MAZAR-I-SHARIF, Afghanistan — It was a domino effect that came at crushing speed.
One moment Mazar-i-Sharif, the voluptuous Afghanistan city, teemed with vitality. In the next moment, it had plunged into something akin to life under the draconian laws centuries ago. Less than a day later, the same fate had befallen Jalalabad in the south and then suddenly — Kabul fell.
That is just a microcosm of what has rippled across the entire country.
The case of Afghanistan over the past few days exemplifies just how fast the climate in conflict can change. On Thursday, it was business-as-usual in the ancient city of Mazar, home to the iconic Blue Mosque. Vendors filled the streets, and the city teemed with vigor hours after darkness fell.
On Friday, a strange sense of fear had set in. People still sipped tea on street corners, and the kebab cafes still bristled, but most cleared out at first sight of the sun sinking. Despite reassurances from scores of Afghan security officials that the city was not on the brink of collapse despite heavy fighting on the edges of the by Saturday, dozens waited in long lines to withdraw their life savings and businesses boarded up. Rumors ran rampant that frontlines were fast collapsing on the city’s edges.
As photographer, Jake Simkin, and I stepped out into the strangely dark and empty streets to pick up yogurt and kebabs that evening, we both sensed something was very wrong. I felt a very powerful, nagging sense of fear as we headed back to our guest home.
Within the hour, the city had formally fallen to the Taliban — evidenced by the stream of men on motorcycles storming through, occasional spurts of gunfire cracking the summer air and traditional nasheed vocals chorusing through the speakers.
By the following afternoon, Afghanistan’s central government had crumbled, and the white-and-black Taliban flag had soared through the skies of the Presidential Palace.
It was the end of an era. But not the start of something new.
So what does it mean when a city – or country – falls?
Initially, it is the Wild West as there are no hospitals, law enforcement, security or essential functions .
A few Taliban fighters appeared to behind the wheels abandoned police vehicles and ripped through the narrow streets with sirens blaring as gunshots crackled. They took over the homes of those who have fled and take their riches as their own.
As a first protocol, the Taliban’s white-and-black flag is erected high into the skies in the city’s center and government buildings.
Then, as the hours since the fall stretch on, the more the situation “normalizes.” More people start to move through the streets, and the shuttered shops quietly re-open. What is remarkable is the sudden soundlessness; even the men sit quietly outside their stores, staring into the sunlight and at their phones with a kind of emptiness.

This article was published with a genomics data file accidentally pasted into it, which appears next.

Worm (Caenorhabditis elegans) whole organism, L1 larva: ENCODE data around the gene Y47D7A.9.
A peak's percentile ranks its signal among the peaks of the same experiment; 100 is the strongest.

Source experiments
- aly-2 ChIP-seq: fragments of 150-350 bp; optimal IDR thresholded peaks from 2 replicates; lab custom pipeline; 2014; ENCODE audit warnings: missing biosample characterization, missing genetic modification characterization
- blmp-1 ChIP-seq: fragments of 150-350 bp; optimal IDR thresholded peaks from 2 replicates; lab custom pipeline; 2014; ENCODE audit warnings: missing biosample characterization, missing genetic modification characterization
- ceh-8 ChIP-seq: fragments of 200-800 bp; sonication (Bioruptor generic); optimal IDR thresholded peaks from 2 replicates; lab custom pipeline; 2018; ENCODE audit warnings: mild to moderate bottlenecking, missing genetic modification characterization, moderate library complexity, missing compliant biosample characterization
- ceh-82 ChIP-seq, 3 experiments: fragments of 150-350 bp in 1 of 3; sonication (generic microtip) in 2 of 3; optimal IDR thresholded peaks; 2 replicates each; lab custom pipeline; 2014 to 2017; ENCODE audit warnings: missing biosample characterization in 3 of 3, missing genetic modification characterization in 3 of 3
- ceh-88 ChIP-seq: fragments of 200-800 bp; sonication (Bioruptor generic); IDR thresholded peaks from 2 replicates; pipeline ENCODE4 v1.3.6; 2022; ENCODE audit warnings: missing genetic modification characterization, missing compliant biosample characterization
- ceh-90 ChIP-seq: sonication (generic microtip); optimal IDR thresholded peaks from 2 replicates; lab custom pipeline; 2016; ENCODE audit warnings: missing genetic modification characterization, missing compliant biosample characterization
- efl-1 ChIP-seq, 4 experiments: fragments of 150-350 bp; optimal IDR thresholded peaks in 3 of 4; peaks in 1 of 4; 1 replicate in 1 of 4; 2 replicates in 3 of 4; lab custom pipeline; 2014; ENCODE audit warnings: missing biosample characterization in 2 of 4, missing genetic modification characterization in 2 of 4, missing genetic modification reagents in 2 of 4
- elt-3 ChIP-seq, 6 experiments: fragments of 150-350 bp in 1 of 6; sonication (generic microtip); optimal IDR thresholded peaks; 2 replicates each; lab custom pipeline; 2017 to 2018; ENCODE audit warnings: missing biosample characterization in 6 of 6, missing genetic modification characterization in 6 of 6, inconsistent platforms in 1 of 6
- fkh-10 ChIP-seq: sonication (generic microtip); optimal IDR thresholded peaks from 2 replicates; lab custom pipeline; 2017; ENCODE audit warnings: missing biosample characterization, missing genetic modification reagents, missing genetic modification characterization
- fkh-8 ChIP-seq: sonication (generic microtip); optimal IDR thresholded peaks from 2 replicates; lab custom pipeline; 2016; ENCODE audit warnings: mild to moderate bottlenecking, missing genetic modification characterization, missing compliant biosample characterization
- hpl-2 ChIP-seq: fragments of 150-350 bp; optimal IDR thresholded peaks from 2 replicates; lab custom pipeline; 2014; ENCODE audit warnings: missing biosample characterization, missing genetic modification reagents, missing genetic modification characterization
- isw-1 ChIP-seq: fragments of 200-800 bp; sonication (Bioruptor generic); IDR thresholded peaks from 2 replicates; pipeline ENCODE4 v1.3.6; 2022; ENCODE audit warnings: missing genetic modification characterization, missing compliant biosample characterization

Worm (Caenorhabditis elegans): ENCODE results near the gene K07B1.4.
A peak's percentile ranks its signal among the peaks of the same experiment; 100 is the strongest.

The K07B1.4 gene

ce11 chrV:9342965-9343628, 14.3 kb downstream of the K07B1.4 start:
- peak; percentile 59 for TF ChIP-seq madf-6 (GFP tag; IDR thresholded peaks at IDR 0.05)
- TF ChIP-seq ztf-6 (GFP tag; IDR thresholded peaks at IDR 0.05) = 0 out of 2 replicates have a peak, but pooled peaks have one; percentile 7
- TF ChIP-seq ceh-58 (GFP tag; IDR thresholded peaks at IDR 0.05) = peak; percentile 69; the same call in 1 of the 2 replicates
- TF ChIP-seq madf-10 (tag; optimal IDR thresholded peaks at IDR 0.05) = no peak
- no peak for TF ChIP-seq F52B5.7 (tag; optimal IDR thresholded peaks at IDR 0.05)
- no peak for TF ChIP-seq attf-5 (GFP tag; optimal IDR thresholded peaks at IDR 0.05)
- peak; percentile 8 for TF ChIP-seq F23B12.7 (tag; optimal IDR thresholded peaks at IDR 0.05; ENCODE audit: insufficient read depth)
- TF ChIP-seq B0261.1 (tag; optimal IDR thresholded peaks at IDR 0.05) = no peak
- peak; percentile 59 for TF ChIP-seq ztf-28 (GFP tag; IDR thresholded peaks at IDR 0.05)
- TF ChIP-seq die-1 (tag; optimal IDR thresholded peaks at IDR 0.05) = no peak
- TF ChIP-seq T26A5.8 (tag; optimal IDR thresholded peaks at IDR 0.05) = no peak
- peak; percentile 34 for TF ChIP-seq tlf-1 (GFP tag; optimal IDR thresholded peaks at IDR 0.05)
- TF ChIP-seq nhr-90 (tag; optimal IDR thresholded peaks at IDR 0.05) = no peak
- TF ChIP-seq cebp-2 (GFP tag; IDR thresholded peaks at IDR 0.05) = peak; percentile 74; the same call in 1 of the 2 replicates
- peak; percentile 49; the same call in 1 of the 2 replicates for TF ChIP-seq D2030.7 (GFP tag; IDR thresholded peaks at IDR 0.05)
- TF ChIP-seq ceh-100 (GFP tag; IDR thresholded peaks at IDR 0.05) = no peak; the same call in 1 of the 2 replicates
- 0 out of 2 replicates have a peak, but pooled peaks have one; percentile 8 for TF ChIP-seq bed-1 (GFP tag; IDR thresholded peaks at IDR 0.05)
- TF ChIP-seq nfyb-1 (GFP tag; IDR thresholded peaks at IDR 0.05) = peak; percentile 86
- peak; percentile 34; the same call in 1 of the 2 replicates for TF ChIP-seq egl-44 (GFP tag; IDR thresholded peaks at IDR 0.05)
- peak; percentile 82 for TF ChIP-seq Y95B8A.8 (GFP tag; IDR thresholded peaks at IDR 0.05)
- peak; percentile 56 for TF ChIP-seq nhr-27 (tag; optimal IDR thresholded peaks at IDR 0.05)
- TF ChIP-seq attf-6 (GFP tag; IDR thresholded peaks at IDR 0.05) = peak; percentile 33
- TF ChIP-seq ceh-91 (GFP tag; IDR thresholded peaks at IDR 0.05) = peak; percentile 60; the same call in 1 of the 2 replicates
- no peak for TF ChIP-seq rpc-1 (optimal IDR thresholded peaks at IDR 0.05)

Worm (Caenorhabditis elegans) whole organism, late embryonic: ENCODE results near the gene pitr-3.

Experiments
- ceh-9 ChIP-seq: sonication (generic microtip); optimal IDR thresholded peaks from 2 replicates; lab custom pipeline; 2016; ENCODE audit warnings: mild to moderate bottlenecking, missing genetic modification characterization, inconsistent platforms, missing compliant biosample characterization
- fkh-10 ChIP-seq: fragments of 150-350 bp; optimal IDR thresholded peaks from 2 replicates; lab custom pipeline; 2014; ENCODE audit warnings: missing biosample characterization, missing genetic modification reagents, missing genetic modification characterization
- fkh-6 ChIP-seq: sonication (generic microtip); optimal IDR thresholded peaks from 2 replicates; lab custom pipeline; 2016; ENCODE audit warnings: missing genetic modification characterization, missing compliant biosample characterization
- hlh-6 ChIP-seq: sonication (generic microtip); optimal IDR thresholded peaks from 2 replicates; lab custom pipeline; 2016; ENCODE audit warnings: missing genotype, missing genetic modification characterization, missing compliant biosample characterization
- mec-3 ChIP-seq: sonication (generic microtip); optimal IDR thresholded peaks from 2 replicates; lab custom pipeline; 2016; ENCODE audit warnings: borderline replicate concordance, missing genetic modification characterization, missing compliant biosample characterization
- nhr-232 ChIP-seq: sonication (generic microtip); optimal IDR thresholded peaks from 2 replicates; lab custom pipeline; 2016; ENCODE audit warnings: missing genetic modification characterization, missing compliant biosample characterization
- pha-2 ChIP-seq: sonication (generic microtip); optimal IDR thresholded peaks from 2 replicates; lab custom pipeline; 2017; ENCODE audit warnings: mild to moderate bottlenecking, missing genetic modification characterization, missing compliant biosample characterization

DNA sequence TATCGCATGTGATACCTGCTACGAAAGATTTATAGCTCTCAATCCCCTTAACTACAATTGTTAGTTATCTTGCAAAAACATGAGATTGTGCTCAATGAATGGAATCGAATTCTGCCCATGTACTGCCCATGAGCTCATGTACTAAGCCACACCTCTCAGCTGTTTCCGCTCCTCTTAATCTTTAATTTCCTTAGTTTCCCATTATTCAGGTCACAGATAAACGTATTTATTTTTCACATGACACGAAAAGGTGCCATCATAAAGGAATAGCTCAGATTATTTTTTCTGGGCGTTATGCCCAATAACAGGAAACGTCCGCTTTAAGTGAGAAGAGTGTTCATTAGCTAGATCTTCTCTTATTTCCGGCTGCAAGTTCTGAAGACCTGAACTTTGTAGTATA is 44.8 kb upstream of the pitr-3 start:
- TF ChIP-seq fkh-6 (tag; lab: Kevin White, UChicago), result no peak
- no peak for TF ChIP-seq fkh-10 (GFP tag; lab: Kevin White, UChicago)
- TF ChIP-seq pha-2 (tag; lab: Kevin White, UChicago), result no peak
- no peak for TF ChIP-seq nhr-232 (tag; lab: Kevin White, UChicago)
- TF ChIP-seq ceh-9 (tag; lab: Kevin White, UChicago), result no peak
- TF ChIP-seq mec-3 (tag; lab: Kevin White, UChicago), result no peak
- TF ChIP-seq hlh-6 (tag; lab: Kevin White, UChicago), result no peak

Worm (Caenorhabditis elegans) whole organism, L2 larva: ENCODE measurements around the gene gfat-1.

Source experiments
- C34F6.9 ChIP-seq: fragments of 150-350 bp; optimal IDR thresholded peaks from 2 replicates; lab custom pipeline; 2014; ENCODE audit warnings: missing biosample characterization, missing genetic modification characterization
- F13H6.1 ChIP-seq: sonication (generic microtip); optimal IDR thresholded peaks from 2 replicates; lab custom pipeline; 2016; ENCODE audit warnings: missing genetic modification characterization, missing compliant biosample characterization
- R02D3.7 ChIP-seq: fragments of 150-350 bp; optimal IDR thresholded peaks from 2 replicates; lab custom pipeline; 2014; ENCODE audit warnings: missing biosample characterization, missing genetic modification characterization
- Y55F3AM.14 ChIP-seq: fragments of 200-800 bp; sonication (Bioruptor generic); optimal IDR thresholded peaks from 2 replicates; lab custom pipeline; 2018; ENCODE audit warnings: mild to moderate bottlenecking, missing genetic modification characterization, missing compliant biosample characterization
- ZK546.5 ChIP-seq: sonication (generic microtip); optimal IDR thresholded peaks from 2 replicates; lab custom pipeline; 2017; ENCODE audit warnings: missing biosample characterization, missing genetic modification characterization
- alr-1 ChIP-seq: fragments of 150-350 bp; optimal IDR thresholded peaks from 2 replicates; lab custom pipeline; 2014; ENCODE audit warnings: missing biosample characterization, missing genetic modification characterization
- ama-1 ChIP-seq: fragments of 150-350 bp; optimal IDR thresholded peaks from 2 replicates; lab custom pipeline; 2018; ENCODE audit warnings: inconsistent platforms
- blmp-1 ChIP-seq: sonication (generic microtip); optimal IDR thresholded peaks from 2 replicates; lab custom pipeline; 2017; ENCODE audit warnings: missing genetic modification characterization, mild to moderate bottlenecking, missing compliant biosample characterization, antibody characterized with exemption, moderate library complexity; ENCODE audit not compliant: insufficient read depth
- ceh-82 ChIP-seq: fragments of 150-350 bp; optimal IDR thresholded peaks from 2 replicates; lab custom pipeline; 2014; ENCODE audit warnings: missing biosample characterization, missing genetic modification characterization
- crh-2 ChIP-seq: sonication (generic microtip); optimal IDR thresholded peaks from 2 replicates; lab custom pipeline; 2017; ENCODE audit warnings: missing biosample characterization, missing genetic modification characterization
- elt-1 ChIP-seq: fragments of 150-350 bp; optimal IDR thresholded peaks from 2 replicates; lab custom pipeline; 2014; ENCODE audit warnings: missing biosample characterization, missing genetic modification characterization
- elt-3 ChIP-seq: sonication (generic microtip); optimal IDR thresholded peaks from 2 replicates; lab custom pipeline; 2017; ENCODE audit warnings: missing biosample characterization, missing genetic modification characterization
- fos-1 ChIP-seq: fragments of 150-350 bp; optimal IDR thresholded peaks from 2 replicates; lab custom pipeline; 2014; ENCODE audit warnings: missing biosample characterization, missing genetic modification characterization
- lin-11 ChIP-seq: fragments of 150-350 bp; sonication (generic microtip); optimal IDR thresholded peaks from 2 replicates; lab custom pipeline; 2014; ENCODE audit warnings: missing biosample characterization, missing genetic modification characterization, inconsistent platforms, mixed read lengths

There are no children on the streets, and women have been relegated to their homes. I have seen only one woman emerge, sheathed in a deep blue burka with a male by her side. Indeed, women here often donned sea blue burkas, even under government rule. But they did not have to. There was a choice; it was not law. So typically in the urban areas, most women and girls wore the plain hijab in whatever style and color they liked.
Just last week, I wandered down Kabul’s prized Chicken Street, marveling at the art on the street and selecting fabrics to make scarves to give as gifts to my Afghan hosts.
“They make even my small, small sister wear the full burka,” one woman screeched to me last week, having just fled the Taliban takeover in Kunduz. “Why must a tiny child cover?”
I could never in my wildest dreams have imagined that her words would impact the whole nation less than a week later.
After about twenty-four hours, law-and-order starts to re-shape, given that all police officers and military were forced to flee after the regime change. Announcements are made over the loudspeakers, welcoming all locals to the new Islamic government and encouraging shopkeepers and the like to report any issues to the new rulers.
However, an Afghan friend warned me that this had spurred “revenge” among rivals, with those taking their grievances out with the new leadership. The punishment for those convicted of stealing? The severing of a hand.
And as the days go on, the new normal will continue to take shape. The curriculums will change to include heavy religious teachings, hospitals will re-open with stringent regulations over who can be, and the once-bustling nightlife will give way to evenings of quiet prayer and solitude.
But there is no longer the violence and bloodletting that has stained the streets for four decades.
Still, I cannot process what I am seeing. The decades of progress and the illusion of freedom have been erased from existence.
The woman who could roam freely along Chicken Street selecting fashion items and colorful silks just a few days ago no longer has that option.